Green Hornet #7
Green Hornet #7 shows just how different he is from most other heroes. Someone who is cunning enough to play both sides to get the job done and play by his own rules at the same time. This is shaping up to be that one book which doesn’t disappoint keeping you at the edge of your seat.
The characterization of Green Hornet is something you have to admire that Waid gets right. His approach is something you don’t see too often and that question always comes back asking, when have we gone too far? You consistently wonder this as the deeper they get the more he and Kato have to play into this role of villain. It creates a sense of excitement and expense knowing that something will go wrong and they will have to make tough decisions like the one at the very beginning.
This is all clever writing and it all started with a simple joke, one that keeps expanding and demands expansion to be pulled off with succession. You really start to see development when they are now trying to reach out to more people that they can trust to help them when it’s too much for them both to handle alone.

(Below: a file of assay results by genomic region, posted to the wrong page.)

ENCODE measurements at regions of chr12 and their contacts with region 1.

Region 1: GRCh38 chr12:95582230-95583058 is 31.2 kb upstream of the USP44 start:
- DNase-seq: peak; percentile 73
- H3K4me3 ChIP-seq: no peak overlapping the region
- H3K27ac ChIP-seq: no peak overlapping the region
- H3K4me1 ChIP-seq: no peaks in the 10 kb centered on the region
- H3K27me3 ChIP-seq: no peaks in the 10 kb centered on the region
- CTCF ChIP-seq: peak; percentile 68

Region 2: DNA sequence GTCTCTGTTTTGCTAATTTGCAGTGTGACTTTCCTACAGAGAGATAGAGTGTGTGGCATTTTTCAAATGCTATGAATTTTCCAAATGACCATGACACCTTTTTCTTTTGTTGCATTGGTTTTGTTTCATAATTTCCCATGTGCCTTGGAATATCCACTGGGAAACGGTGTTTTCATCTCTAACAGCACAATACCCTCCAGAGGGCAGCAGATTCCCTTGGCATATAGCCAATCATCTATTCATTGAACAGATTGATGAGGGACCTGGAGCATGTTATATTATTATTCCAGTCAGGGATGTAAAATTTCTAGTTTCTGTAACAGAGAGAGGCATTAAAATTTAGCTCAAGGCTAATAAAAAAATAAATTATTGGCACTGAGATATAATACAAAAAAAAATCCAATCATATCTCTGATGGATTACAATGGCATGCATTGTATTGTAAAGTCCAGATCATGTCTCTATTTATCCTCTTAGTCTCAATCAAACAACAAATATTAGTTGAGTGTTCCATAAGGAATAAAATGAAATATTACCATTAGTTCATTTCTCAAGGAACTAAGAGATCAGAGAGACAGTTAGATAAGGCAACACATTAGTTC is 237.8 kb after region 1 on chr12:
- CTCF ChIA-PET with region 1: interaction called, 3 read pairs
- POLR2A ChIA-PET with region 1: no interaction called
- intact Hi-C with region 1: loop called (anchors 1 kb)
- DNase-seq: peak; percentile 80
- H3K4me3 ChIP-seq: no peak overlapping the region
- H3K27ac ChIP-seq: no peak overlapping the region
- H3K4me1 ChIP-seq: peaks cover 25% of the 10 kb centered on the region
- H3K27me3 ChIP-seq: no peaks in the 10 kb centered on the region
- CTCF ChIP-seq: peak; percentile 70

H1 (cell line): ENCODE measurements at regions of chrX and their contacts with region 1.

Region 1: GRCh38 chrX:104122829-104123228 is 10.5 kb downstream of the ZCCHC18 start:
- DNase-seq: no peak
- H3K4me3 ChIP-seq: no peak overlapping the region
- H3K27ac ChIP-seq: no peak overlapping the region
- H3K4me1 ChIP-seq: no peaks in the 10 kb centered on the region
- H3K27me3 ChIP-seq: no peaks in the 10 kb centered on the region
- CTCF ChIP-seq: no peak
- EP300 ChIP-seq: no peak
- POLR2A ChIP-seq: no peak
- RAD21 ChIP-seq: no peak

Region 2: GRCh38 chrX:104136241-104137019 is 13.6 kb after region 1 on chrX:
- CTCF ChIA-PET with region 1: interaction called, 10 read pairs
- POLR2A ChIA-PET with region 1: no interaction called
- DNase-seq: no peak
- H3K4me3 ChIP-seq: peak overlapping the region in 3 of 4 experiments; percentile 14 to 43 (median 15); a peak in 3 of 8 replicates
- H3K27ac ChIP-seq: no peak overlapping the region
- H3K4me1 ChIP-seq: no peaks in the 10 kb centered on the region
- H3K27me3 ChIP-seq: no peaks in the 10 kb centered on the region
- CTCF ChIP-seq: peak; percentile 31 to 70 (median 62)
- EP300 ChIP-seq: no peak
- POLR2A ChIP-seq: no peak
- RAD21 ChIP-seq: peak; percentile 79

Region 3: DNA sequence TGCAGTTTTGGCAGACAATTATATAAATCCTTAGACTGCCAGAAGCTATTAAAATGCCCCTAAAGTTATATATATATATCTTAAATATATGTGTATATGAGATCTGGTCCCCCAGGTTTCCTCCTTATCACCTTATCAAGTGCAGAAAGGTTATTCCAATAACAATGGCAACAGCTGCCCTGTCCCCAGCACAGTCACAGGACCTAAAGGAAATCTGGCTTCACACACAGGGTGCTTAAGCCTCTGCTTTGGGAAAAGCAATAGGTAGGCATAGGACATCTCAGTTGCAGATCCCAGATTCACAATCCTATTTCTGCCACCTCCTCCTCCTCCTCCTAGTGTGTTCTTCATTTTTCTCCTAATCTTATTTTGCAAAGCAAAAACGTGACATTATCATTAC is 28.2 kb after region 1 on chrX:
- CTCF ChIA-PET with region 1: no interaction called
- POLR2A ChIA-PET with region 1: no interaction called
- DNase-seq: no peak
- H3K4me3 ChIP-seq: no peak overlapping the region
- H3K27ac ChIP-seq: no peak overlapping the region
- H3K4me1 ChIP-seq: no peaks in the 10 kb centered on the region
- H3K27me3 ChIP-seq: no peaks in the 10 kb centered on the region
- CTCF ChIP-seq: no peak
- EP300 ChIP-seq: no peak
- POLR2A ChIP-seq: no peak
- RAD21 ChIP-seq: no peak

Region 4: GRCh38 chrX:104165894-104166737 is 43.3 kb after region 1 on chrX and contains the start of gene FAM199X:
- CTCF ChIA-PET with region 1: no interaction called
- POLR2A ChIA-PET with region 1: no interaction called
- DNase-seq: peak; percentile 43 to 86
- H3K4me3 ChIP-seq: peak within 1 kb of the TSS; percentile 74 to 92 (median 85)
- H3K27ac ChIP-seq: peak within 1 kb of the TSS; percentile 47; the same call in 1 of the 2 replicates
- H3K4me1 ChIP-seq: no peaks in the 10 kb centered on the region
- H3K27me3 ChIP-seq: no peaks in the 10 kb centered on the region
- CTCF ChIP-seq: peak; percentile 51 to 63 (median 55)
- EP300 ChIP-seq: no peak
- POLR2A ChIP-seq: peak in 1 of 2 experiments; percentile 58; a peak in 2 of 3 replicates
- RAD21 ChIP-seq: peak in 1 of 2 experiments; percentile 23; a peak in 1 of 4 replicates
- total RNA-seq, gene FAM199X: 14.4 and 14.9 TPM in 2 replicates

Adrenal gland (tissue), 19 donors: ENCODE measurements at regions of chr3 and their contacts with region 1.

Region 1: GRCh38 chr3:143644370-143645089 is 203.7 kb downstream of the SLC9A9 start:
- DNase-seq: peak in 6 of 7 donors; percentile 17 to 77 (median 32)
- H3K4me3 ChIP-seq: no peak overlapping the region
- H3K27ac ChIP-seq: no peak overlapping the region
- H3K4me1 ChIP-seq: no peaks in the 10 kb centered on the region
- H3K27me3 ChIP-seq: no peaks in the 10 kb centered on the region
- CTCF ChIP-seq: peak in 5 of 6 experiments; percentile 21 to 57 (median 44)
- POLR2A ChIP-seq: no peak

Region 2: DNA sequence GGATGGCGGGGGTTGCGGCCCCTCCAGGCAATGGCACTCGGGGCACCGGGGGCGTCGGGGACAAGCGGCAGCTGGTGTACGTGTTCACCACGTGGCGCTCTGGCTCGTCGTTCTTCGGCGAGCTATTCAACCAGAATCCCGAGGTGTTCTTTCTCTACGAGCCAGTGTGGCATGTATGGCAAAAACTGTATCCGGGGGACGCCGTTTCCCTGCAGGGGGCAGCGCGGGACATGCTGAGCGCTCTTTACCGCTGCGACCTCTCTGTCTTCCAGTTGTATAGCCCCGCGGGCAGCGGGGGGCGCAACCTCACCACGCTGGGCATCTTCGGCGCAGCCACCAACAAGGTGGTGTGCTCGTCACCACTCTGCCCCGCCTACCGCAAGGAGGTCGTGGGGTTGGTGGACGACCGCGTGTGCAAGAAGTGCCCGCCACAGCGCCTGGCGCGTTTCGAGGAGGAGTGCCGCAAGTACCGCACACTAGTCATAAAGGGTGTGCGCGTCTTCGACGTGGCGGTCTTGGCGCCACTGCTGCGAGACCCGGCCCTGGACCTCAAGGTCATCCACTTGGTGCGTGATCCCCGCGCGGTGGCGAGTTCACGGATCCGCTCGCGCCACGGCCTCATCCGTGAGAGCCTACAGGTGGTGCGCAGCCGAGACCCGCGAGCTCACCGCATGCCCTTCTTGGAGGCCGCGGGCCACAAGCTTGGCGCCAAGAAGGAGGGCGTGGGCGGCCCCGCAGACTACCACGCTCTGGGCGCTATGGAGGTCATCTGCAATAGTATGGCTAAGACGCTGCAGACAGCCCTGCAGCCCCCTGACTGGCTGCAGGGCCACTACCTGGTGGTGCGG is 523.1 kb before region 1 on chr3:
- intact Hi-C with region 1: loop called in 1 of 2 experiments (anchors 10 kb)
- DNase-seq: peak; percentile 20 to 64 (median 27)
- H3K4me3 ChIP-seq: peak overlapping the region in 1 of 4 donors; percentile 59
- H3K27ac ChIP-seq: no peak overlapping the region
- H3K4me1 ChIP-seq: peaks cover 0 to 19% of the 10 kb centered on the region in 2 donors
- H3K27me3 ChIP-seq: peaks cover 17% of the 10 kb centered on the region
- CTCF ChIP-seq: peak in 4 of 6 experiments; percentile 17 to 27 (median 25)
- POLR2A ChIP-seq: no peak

This is is both fun and dark, something that is easily pulled off when dealing with the Green Hornet. Ronilson Freire helps create this atmosphere with his excellent use of inking and shadows to make those moments look serious. This new foe seems to be even more ruthless than him and I think that will create a great confrontation when both try to see who is the big dog. Green Hornet has ruled through fear and that just may not be enough anymore. Again asking the question which Casey herself posed, where do they draw the line?